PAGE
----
Basically, if you are in a committed relationship that you wish to KEEP, you have to be careful how you manage your friendships with the opposite sex. A certain amount of caution about your thoughts and feelings is necessary, and a certain amount of caution about how close you allow this friendship to become. If you're spending large amounts of time in the "friend's" company, especially in a setting where you are alone with them, then you're setting yourself up for possible problems even if you have the best of intentions.
Paranoia is not an attractive trait, nor is jealousy. However, if you are married or committed, you ought to consider your partner's feelings and needs and not give him or her just cause for suspicion. If you are spending a great deal of time with an opposite-sex friend, or going places with them alone, this really IS at-risk behavior and your partner IS justified to be a little concerned or unhappy about it.
I'm not whistling in the wind. I've seen this happen with my own eyes more times than I can easily count: Woman has male friend, probably from work. She has no intrest in him except as a friend... but they spend a LOT of time together. They talk a lot and establish a rapport. They start to have "private jokes" and things they talk about that she doesn't talk about with her husband. She starts mentally comparing friend vs hubby and finding hubby lacking. She is in denial that she is developing romantic feelings about the friend, and continues to spend time with him alone, because he "makes her feel good". If her husband questions the relationship or how much time they spend together, she reacts with anger or annoyance and tells him he's being paranoid and controlling.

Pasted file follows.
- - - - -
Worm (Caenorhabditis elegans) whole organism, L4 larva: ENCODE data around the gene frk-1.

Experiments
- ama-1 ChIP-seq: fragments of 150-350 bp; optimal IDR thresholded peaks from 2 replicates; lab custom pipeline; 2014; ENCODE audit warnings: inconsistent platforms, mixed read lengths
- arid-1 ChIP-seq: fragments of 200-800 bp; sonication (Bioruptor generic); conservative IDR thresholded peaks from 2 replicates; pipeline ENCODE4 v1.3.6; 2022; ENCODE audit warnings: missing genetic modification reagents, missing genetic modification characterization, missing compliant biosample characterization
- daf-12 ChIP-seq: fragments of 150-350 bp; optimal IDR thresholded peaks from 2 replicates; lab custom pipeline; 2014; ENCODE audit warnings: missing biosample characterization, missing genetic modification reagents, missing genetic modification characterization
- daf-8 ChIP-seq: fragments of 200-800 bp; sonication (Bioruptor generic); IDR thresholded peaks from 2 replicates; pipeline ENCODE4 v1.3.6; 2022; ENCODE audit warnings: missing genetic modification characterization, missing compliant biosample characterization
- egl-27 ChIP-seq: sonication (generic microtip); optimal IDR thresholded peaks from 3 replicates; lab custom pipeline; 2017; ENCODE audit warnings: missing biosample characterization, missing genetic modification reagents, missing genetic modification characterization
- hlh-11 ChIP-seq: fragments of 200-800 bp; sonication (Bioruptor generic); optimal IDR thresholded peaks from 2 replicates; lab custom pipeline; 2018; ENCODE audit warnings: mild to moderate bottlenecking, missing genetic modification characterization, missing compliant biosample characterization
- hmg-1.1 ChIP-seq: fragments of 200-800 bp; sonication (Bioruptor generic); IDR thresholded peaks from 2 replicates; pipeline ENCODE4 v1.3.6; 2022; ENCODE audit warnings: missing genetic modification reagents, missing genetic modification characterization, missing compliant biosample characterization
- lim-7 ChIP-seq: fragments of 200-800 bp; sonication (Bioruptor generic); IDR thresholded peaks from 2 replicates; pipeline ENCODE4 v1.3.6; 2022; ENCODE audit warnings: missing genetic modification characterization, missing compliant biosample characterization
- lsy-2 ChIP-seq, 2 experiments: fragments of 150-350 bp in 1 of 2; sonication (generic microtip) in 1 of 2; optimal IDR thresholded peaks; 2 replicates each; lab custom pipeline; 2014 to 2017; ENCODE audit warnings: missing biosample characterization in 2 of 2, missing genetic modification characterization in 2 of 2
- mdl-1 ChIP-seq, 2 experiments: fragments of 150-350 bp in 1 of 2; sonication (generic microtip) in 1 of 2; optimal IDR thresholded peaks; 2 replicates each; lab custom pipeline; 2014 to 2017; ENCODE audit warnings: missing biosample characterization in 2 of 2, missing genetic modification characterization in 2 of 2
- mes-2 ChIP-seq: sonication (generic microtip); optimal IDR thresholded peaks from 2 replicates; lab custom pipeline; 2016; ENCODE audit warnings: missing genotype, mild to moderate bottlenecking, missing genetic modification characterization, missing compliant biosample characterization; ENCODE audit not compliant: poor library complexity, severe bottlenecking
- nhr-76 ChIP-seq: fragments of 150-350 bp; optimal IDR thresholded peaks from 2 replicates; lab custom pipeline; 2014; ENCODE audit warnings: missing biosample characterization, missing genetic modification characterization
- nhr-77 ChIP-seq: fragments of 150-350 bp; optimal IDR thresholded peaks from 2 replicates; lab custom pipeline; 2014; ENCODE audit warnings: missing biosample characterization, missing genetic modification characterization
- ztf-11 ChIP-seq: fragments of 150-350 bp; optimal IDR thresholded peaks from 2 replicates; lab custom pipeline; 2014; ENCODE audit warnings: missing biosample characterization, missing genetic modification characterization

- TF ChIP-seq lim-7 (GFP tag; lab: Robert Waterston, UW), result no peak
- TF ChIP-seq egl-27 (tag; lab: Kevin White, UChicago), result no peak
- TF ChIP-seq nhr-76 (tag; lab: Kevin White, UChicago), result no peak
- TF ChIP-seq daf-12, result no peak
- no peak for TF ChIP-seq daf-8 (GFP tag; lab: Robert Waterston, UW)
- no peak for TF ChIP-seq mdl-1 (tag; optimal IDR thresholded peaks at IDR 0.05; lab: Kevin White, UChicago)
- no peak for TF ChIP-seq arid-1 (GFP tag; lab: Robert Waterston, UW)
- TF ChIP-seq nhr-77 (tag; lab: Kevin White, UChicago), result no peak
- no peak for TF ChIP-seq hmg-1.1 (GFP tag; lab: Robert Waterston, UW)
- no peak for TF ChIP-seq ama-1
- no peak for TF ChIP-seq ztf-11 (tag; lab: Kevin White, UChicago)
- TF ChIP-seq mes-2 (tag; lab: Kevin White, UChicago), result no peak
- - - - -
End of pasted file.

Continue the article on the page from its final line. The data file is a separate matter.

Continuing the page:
And the next thing you know they have an affair and a family breaks apart.
Seen it many times. In many cases, neither person involved began with such intentions, but it develops that way anyway.
Opposite sex friendships are possible, but should be handled with great care if you value your partner and your relationship.
OTOH, men, you have to understand that your wife/GF is inevitably going to be around other men and talk to them and have friendships with them, and you shouldn't badger her about casual friendships... but if she develops a close friendship with a man and spends lots of time with him, especially time alone, you may have cause for concern even if she won't admit it.
Last edited by Goshin; 02-19-11 at 11:47 AM.
Fiddling While Rome Burns
Carthago Delenda Est
"I used to roll the dice; see the fear in my enemies' eyes... listen as the crowd would sing, 'now the old king is dead, Long Live the King.'.."
But sometimes there's legitimate reason to BE leary. If someone cheated on their spouse - I imagine that their spouse would have legitimate reason to not trust the other after that.
What the issues is in that situation is not the fact that one cannot trust the other - it's the fact that the other HAD trust and destroyed it BY cheating or trying to cheat.
But to just *assume* that it's unacceptable for no reason at all IS in itself a problem.
Last edited by Aunt Spiker; 02-19-11 at 10:08 AM.
A screaming comes across the sky.
It has happened before, but there is nothing to compare it to now.Pynchon - Gravity's Rainbow
Completely unacceptable. Kick her to the curb and don't look back.- And finally, my own situation... if you were dating someone who had a RECENT ex, who was their best friend, who lived down the street from them, and had daily, in-person contact, who called and visited at all hours of the night, bought them gifts, and was admittedly doing their best to try to win back the person you were dating, would that be problematic for you? What if the person you were dating did little or nothing to discourage their ex's behavior?
Thank you, Quazi!